Sometimes, as I roll southward along the Great River Road, the changes in geography, culture and accents seem to happen subtly and gradually. At other times, it feels like I might have nodded off during a play and missed a complete set change. The Midwest has abruptly been left behind. Here, in “the Bootheel” of Missouri, everything, even the heavy, humid air, feels decidedly “Southern.”
This is cotton country and the fluffy white stuff is everywhere. It’s smooshed into huge round bales and waiting in harvested fields. It’s blowing across the road in frothy waves and it’s riding down the highway in the backs of semi-trucks, like the one I have been staring into for miles now. I’ve had a few chances to pass, but now I’m intrigued. I’ve never seen cotton like this, in such enormous bundles, so I’ve decided to trail along a bit and see what I can discover.
When the truck leaves the highway and makes several turns on side roads, I follow like a duckling behind its momma until we turn into the L. Berry Cotton Gin at Holland, Missouri. The truck falls in line with its comrades and I turn into an expanse of orderly rows of bundled cotton, looking a lot like giant nougat candy bars in their pastel green and yellow wrappers. They are even bigger than they looked from a distance, perhaps eight feet in diameter, tightly compressed and neatly sliced at each end. I walk among them, picking up stray boles, fingering the silky threads and the seeds buried within.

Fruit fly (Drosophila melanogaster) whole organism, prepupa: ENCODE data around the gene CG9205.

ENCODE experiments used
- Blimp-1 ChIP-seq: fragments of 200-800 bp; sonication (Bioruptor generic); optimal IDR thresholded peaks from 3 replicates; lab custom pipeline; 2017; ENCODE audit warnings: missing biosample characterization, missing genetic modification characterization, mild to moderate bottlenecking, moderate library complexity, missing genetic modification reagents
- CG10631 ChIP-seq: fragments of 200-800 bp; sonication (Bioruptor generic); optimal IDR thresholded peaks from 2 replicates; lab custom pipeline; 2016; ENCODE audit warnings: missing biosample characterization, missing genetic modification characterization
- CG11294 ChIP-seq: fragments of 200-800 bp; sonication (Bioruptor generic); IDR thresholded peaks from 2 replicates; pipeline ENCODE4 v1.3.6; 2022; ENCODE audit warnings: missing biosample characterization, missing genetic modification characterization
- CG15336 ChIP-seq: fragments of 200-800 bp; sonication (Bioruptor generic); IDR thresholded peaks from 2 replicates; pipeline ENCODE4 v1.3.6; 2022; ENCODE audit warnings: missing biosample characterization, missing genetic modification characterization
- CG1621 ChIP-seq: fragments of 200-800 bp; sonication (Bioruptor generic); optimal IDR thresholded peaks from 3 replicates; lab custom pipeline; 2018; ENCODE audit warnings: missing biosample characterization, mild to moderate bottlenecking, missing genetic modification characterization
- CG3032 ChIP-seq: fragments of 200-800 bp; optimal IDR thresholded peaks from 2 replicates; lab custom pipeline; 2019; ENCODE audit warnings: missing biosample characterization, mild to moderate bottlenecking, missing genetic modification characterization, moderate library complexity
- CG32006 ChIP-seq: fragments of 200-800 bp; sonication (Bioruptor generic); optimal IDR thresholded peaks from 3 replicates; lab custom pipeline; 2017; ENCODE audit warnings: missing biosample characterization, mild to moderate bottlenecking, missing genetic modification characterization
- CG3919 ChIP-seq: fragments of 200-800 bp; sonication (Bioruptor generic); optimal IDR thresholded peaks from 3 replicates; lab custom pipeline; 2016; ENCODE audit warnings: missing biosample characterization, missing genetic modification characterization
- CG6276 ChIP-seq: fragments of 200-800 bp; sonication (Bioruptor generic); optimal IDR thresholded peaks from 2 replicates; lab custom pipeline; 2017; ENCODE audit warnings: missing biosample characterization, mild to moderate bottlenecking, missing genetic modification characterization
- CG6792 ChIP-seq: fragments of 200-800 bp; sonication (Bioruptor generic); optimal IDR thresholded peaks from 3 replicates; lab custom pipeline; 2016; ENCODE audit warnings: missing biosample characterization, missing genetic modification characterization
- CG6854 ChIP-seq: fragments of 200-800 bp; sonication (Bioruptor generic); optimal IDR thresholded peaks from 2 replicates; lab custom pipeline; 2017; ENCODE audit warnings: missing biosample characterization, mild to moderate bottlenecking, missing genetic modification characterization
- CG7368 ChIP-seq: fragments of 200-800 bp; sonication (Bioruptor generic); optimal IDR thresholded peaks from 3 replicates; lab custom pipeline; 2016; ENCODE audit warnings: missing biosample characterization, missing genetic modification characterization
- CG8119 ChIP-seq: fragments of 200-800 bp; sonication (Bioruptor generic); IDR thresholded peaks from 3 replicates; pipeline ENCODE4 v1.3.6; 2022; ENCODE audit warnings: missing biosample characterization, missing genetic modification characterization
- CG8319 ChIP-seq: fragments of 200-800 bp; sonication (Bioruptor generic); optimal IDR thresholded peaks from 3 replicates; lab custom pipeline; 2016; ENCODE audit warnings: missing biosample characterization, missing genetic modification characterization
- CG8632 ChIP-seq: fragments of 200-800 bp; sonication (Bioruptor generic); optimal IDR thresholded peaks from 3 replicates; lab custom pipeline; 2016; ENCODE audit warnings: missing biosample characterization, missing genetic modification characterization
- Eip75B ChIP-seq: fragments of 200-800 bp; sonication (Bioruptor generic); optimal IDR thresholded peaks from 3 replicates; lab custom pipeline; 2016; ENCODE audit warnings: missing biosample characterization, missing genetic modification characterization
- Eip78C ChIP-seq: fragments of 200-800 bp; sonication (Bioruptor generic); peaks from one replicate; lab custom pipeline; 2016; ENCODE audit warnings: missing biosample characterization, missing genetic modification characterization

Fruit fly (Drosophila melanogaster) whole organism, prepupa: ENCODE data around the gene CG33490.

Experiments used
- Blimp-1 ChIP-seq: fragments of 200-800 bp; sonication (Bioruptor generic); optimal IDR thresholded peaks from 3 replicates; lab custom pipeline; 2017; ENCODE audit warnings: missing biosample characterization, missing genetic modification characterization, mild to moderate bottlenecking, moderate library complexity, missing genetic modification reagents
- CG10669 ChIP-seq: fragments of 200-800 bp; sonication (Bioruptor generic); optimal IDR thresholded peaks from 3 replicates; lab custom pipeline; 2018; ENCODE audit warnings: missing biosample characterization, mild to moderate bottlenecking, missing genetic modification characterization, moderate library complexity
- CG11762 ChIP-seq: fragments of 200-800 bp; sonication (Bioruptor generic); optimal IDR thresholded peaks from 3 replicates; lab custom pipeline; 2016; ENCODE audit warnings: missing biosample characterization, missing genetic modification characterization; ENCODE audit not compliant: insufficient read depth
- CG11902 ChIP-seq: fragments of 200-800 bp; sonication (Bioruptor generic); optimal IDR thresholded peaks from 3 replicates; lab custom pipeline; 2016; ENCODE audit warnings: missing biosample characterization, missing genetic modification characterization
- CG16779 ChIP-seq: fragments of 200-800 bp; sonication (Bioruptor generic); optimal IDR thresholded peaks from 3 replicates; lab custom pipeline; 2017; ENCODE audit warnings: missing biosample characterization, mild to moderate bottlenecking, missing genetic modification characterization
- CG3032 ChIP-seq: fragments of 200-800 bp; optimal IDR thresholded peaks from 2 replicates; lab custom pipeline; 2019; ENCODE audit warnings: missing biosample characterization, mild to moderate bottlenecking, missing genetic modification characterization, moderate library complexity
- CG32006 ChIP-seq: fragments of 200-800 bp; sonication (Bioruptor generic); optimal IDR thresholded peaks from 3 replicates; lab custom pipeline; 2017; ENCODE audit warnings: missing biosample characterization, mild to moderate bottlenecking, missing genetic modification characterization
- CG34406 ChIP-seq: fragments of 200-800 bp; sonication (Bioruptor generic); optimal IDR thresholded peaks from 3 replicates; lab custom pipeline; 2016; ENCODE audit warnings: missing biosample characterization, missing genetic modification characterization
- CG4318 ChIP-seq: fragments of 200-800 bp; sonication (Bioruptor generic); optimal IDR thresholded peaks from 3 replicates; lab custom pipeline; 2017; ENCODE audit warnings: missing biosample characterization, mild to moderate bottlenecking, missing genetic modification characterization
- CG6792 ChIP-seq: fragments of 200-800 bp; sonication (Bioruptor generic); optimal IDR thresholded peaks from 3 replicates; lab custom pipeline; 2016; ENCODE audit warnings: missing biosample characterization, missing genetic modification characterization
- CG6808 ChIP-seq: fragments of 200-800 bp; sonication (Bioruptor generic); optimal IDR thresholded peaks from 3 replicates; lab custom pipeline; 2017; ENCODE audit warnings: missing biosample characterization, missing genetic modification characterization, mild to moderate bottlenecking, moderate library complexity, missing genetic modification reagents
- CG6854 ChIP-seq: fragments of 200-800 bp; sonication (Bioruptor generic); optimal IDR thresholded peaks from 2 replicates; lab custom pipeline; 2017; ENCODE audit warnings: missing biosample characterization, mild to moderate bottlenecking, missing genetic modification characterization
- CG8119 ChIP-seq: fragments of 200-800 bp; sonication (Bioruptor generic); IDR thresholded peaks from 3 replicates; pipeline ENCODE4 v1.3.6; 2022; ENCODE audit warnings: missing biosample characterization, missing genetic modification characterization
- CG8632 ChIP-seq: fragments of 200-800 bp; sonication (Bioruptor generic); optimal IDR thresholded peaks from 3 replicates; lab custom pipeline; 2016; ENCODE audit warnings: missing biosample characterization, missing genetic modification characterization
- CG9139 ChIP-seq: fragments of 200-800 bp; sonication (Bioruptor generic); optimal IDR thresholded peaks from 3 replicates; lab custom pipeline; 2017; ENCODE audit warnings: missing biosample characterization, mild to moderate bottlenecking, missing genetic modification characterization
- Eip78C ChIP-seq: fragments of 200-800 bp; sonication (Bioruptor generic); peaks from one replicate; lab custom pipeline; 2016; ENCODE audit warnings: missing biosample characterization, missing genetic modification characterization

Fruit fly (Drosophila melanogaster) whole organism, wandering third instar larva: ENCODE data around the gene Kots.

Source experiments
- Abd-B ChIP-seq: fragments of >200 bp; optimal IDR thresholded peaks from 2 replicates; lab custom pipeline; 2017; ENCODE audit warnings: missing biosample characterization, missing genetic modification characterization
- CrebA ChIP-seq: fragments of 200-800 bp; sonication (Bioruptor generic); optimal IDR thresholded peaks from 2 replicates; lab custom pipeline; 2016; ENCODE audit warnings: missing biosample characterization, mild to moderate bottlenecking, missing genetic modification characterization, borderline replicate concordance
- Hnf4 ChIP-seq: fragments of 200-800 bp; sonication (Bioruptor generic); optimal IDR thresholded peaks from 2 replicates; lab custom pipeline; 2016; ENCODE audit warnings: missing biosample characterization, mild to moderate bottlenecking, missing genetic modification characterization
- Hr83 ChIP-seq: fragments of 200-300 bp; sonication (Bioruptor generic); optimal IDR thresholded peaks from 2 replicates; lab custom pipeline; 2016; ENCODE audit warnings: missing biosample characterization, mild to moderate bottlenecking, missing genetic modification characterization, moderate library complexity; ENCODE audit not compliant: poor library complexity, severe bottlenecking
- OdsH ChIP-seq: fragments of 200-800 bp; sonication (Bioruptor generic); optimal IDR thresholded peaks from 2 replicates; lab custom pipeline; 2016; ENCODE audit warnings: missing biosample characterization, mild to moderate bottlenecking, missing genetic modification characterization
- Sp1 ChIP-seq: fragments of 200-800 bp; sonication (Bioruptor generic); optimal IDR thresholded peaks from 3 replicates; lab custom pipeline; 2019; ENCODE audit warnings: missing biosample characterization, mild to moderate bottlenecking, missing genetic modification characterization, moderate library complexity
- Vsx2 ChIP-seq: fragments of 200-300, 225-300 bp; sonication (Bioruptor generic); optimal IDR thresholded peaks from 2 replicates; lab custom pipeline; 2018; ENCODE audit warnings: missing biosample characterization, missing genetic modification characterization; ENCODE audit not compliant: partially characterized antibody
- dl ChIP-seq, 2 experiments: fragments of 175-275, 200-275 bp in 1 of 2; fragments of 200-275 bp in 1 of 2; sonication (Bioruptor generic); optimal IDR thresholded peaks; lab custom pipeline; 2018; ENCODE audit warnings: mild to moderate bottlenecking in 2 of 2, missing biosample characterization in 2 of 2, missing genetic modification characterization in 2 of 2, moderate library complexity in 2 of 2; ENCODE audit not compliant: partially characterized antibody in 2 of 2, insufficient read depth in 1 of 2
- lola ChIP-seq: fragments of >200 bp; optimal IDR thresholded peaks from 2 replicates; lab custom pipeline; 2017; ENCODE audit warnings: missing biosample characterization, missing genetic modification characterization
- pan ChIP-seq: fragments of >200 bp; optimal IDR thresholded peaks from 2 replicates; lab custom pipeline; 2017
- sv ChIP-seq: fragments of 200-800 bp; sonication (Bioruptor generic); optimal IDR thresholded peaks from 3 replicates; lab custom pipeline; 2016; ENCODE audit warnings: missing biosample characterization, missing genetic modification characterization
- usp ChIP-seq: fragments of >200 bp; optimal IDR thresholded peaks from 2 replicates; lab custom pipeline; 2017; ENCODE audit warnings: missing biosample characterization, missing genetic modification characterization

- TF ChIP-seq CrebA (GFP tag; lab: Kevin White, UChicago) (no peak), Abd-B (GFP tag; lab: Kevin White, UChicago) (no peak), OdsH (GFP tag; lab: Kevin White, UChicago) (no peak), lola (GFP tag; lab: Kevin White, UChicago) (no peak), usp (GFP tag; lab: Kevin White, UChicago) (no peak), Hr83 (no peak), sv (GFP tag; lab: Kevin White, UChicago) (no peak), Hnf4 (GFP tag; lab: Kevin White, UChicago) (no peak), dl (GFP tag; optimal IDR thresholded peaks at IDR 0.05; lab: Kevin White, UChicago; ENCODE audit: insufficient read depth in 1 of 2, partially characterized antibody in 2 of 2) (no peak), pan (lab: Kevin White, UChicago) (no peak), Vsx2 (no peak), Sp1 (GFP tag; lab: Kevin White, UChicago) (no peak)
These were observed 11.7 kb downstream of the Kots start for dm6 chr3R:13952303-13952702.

There’s a cacophony of machinery noise roaring from a huge building and a smaller, quieter one that must be the office, so I opt for that. The woman at the counter looks surprised to see me, but she smiles when I tell her about the journey of a raindrop and asks me to wait a moment. A minute later she returns, smiling broadly and says, “Mr. Sonny Berry, the owner of the company is here and would be happy to talk with you.”
Mr. Berry is a silver-haired gentleman who seems not the least bit bothered by my surprise visit. “The process of ginning cotton,” he explains as we walk, “is basically the same as when Eli Whitney made the first gin in 1793. It’s just easier and faster now.” The big, round bales, which are each the equivalent of four 500-pound bales, are called “modules” and are the latest evolution in streamlining the process of separating the seeds and hulls from the cotton.
I’ve passed into the Mississippi Delta, he tells me proudly, and Delta cotton is among the finest anywhere. His roots are deep in this land, he says, as his family has farmed here for many generations and they have weathered many changes. The cotton industry suffered when synthetics were preferred, but that tide has now turned. “It’s a good year to be in the cotton business,” he says, unable to contain a brilliant smile, “and the price of cotton is at an all-time high.”
Back on the road, I pass mile after mile of empty, harvested fields. Only random wisps of cotton cling to the stubs of plants and litter the ground like the morning after a party. Then, surprisingly, there is one field that is still covered with a blanket of white. I pull over and walk the impossibly straight rows and marvel at how pristinely white the boles are amidst all the dust. I break off a brittle stem and touch the sharp, prickly hull and images arise of all the bare hands that were sliced by such plants.
It’s day 63 of this amazing 90-day journey and it seems perfectly fitting that as I transition into the South, I would be walking in a cotton field. Cotton is the backdrop for most of the South’s stories – it’s the very fabric from which many are woven. The stories will be different from those of other parts of America and yet they will be the same. They will tell of oppression and freedom, cruelty and kindness and joy and sorrow – and they will tell, as they always do, of Love that survives and transcends all circumstances.